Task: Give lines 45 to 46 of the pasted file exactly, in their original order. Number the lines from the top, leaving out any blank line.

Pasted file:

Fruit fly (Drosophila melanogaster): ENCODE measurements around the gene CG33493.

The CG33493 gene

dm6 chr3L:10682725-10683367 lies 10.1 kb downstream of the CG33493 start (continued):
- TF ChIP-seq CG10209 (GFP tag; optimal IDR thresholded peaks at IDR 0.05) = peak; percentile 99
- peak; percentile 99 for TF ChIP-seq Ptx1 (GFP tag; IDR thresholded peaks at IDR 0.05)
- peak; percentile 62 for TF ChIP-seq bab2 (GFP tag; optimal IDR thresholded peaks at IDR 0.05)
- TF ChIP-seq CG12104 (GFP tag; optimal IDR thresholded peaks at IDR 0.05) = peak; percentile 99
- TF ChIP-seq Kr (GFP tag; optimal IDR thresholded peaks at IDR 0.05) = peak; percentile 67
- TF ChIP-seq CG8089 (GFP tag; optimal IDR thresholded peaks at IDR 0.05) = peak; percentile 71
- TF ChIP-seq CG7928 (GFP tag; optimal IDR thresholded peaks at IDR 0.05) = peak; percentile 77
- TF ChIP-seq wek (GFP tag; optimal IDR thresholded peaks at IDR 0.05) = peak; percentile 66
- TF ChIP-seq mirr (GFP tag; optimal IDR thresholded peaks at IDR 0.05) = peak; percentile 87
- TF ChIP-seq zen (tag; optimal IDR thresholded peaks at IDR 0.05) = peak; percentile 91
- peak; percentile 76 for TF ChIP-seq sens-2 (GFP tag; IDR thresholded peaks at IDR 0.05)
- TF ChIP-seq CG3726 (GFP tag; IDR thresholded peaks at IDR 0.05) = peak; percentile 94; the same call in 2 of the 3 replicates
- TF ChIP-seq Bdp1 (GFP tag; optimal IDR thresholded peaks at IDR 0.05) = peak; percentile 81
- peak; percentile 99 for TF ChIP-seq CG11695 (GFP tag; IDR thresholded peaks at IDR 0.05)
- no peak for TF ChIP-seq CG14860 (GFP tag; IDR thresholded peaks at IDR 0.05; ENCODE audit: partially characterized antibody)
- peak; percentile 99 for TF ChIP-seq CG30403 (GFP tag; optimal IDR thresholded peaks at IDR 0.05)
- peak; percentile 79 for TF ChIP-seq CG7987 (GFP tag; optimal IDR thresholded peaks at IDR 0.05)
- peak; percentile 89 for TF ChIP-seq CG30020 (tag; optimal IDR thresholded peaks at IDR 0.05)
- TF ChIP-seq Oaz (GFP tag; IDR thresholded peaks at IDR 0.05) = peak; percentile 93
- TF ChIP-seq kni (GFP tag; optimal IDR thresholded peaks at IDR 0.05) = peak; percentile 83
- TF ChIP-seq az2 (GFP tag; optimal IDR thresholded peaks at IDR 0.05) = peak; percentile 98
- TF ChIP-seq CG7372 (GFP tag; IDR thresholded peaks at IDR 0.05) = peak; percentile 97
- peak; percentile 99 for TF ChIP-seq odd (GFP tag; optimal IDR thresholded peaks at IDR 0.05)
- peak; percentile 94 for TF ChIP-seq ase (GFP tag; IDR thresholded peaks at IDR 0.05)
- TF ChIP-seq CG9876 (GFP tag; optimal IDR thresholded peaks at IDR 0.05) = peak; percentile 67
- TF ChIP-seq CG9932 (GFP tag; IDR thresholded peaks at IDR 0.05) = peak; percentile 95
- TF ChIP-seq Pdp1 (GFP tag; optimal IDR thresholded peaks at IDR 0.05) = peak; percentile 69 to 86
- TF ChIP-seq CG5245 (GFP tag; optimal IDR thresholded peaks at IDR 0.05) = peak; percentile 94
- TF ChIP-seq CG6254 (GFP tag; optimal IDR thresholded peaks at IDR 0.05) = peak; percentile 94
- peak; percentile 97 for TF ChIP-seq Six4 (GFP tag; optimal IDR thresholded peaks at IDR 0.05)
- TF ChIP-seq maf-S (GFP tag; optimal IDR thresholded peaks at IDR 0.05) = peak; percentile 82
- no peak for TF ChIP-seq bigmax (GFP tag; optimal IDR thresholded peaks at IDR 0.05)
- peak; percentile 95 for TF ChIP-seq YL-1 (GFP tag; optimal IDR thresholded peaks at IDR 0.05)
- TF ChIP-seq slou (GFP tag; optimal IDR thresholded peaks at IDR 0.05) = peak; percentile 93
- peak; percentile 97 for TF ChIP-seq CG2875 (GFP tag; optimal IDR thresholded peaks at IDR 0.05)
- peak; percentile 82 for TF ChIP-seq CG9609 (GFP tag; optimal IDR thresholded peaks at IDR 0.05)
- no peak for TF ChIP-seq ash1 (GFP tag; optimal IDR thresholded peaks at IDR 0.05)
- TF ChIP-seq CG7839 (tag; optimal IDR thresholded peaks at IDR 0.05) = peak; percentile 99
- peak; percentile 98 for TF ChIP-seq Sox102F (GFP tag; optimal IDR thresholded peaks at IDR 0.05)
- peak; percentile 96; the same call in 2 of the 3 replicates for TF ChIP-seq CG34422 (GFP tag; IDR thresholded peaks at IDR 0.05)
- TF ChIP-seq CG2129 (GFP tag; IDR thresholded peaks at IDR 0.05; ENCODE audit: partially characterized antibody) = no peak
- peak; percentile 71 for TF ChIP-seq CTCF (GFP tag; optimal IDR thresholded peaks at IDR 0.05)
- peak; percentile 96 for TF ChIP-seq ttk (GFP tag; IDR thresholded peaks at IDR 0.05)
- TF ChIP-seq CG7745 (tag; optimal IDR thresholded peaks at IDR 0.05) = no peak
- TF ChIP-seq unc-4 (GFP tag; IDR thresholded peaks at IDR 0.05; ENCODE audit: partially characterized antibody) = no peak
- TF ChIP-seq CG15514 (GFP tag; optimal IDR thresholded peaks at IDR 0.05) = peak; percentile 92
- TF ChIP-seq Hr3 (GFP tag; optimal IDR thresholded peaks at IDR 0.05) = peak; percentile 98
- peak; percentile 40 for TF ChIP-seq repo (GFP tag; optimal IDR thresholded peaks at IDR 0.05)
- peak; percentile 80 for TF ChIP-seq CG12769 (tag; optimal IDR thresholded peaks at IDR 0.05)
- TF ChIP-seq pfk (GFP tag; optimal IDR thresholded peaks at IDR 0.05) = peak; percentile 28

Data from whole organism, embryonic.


- peak; percentile 71 for TF ChIP-seq CTCF (GFP tag; optimal IDR thresholded peaks at IDR 0.05)
- peak; percentile 96 for TF ChIP-seq ttk (GFP tag; IDR thresholded peaks at IDR 0.05)